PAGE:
Buy-to-let like the rest of the mortgage market, has had a rocky time over the last couple of years but things have started to look up in the last quarter: With new entrants coming into the market and rental demand at record levels, there seems to be a growing appetite for the sector; especially from lenders.
Robert Thickett, Editor; Mortgage Strategy.

The credit crunch caused smaller non-bank lenders to have to either withdraw from the market or substantially reduce their product availability due quite simply to lack of funding. At one point there were just eight lenders providing ‘widely available’ finance in the market. A huge reduction from the boom years.

Now there are almost 15 lenders back in the market and over two hundred products available to landlords. This has been helped by the recent return of Kensington and the new arrivals Aldermore and Precise into the buy-to-let field.

Deals at 75% are widely available again with 80% products re-emerging but priced for the risk premium. Whilst pricing for risk is still prevalent in the market some players bringing low fees products (such as Marsden Building Society) through intermediary channels are pushing the 3% fees of a year ago back towards 1%. Naturally some of the more flexible lenders are continuing to charge fees appropriate to the extra features and services they provide but we hope that downward pressure on fees continues.

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Interest Only and Buy-to-Let

With interest only buy to let mortgages dominating the sector with very few people investing on a repayment basis there has been some concern with the substantial reduction in availability of interest only mortgages in the residential market. Luckily this has not borne out as of yet and there is little sign that interest only will be restricted in the buy to let sector.

Obviously we can never say never and there’s real interest in this area of lending which we have to monitor, but we don’t envisage this affecting buy-to-let for the foreseeable future, if at all.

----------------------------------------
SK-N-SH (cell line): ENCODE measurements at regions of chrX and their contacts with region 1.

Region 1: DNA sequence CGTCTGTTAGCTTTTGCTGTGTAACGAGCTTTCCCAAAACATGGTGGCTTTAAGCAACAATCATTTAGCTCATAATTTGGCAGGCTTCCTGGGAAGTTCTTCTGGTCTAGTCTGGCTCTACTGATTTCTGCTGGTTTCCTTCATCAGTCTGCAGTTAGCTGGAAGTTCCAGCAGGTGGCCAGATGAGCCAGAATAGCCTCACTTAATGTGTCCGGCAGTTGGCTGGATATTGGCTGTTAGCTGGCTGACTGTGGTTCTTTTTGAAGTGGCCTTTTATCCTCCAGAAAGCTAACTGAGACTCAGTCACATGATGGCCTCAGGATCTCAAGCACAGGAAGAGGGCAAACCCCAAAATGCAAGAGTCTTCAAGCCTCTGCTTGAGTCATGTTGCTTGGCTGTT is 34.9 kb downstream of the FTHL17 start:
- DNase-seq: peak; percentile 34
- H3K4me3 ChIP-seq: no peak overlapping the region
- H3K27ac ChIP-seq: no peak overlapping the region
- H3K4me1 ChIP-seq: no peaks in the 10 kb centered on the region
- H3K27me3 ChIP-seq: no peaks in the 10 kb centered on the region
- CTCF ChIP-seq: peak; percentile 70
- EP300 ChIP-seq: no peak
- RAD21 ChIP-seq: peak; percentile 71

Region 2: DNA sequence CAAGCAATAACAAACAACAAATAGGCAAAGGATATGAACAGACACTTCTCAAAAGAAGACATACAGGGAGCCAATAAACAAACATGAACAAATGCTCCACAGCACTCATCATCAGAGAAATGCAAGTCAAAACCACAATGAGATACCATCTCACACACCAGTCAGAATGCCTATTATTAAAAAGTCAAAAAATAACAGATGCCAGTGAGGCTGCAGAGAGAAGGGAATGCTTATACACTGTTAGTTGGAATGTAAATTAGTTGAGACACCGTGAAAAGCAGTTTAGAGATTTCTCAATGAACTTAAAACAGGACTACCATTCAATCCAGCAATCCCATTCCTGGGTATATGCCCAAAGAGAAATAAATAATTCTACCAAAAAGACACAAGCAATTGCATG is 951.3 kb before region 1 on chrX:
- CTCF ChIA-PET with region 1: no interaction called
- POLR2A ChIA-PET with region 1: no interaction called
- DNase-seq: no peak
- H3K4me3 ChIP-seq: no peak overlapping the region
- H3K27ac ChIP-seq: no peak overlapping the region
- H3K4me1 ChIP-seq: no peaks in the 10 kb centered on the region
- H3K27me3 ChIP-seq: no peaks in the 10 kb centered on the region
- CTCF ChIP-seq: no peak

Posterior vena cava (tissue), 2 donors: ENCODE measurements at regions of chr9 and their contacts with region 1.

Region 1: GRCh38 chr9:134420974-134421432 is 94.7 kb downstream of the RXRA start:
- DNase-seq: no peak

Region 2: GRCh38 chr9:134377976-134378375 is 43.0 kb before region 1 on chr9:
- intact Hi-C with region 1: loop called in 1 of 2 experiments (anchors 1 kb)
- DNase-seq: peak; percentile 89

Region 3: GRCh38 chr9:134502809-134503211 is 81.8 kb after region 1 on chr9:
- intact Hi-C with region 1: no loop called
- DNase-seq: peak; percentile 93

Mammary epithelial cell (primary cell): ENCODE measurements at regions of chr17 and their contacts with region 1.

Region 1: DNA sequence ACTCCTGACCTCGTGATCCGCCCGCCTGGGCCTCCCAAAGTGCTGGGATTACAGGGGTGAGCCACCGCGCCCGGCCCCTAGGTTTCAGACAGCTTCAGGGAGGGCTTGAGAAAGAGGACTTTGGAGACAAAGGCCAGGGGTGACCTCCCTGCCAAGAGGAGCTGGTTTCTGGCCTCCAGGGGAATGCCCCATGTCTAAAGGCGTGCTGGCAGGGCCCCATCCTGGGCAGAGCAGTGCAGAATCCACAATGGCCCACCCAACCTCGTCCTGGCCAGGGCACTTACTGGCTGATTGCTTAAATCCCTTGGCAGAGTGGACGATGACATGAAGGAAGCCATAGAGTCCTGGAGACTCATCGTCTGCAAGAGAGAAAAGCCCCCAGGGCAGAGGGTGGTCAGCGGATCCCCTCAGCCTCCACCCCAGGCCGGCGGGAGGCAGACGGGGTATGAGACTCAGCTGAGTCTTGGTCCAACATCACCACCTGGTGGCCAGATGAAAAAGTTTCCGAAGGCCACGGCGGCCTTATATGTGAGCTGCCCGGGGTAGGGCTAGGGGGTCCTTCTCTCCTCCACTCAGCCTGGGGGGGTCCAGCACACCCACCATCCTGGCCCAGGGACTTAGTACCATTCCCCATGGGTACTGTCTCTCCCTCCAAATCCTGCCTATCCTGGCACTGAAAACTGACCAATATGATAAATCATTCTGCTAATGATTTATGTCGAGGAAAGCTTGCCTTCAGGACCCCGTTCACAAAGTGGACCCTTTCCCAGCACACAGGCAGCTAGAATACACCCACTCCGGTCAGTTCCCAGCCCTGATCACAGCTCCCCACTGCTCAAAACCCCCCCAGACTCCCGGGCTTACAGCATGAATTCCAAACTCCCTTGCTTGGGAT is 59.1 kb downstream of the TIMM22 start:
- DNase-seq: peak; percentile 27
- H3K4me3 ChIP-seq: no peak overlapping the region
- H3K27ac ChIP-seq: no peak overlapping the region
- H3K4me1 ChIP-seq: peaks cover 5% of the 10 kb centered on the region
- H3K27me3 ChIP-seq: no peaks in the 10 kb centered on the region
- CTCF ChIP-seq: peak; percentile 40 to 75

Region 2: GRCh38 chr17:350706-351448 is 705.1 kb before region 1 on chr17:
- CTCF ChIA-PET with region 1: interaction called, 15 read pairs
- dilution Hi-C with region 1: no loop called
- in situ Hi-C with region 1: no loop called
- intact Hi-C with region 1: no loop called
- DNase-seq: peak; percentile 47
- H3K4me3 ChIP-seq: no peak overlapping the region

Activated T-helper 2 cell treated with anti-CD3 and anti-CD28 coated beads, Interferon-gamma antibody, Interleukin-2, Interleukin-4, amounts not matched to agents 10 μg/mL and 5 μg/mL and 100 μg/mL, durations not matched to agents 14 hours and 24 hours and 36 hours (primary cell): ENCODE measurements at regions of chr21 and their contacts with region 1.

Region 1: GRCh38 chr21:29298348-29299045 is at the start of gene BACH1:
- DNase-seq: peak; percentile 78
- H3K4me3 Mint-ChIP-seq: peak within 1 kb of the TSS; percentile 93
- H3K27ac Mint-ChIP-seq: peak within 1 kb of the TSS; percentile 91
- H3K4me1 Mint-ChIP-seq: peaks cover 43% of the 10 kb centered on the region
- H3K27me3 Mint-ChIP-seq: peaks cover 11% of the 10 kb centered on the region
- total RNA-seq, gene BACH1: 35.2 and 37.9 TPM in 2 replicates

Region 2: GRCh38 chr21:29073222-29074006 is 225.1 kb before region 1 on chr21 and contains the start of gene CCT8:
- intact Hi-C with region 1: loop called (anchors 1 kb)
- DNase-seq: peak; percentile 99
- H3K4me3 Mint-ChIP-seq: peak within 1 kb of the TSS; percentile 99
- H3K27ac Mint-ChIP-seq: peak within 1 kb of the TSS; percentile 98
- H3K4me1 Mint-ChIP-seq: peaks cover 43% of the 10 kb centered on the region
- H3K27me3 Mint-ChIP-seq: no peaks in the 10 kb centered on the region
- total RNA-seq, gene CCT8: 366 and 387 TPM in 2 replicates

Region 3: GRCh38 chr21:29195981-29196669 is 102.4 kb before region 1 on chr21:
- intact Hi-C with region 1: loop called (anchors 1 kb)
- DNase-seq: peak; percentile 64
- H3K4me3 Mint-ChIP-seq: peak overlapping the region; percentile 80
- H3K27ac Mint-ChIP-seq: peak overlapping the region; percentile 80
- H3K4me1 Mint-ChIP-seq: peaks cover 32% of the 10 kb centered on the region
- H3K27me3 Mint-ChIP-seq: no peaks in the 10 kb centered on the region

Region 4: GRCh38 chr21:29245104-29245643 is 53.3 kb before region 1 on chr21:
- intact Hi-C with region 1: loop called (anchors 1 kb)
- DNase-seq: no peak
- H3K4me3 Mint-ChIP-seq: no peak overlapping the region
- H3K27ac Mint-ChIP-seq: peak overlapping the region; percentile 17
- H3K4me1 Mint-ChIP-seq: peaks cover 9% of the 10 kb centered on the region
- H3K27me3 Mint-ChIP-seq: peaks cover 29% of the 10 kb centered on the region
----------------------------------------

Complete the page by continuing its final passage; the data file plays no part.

Phil Rickards, Head of Sales BM SOLUTIONS

Outlook for the Future

Whilst most of the news about the buy to let market is good, this good news is driven by a shortage of supply and a demand for rental property. There are a number of ecomonic factors such as the austerity measures and a lack of sufficient funding to meet demand (which would lead to continued healthy margins on buy to let rates – not a good thing for landlords) which could put a dampner on the market.

Now is not the time to be complacent – it would be far too early to say that the buy-to-let market has fully recovered. Despite tehre bieng reasons to be optimistic, challenges remain and confidence from landlords actually fell in Q2
Paul Howard – Head of Corporate Accounts, The Mortgage Works

One thing I would suggest is that our obsession with the past is unhealthy when it comes to the mortgage market. It is not true that the market of 2005 was normal, healthy or representative of a sustainable system. Lenders had seemingly unlimited funds and were prepared to advance these funds at high loan to values and with extremely small margins.

Clearly this is unhealthy and the rot which has torn through our financial system over the last few years is a feature of this. Higher margins, and tighter criteria might lead to a healthier market – one that is both sustainable and profitable for most of the parties involved. We can help you navigate the new and reforming market and find the buy-to-let mortgage you require.